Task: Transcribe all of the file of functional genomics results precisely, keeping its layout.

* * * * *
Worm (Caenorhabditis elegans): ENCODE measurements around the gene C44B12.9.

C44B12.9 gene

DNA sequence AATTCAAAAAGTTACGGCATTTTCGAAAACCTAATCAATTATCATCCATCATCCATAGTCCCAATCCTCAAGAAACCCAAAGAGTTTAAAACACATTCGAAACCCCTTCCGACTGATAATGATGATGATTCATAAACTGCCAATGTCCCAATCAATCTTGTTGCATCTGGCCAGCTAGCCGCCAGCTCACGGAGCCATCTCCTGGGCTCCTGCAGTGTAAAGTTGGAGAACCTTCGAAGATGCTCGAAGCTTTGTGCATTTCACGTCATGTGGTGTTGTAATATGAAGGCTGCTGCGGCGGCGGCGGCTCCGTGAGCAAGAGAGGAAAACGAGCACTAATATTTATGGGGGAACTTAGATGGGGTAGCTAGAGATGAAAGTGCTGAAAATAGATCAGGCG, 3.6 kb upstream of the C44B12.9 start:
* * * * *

Worm (Caenorhabditis elegans): ENCODE measurements around the gene C44B12.9.

C44B12.9 gene

DNA sequence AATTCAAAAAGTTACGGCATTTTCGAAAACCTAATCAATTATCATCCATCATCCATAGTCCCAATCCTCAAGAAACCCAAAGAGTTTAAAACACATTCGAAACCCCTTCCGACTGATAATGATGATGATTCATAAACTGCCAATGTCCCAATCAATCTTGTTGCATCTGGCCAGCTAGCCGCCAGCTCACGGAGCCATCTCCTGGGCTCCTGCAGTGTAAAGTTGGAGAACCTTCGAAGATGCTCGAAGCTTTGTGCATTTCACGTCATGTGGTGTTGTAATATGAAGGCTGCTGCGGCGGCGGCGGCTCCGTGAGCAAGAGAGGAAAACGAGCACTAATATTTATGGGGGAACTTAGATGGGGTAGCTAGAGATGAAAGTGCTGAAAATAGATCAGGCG, 3.6 kb upstream of the C44B12.9 start: